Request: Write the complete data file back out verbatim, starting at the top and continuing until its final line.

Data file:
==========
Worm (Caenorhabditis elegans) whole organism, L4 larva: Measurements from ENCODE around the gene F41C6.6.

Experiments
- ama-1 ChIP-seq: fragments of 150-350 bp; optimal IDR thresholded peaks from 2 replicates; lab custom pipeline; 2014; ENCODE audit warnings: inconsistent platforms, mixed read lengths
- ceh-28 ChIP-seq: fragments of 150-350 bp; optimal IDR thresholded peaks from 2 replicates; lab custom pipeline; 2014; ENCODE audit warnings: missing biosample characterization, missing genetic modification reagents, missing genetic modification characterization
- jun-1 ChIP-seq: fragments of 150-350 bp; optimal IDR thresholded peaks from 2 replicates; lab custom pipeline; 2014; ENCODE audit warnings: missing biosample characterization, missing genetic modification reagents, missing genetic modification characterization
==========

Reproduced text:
Worm (Caenorhabditis elegans) whole organism, L4 larva: Measurements from ENCODE around the gene F41C6.6.

Experiments
- ama-1 ChIP-seq: fragments of 150-350 bp; optimal IDR thresholded peaks from 2 replicates; lab custom pipeline; 2014; ENCODE audit warnings: inconsistent platforms, mixed read lengths
- ceh-28 ChIP-seq: fragments of 150-350 bp; optimal IDR thresholded peaks from 2 replicates; lab custom pipeline; 2014; ENCODE audit warnings: missing biosample characterization, missing genetic modification reagents, missing genetic modification characterization
- jun-1 ChIP-seq: fragments of 150-350 bp; optimal IDR thresholded peaks from 2 replicates; lab custom pipeline; 2014; ENCODE audit warnings: missing biosample characterization, missing genetic modification reagents, missing genetic modification characterization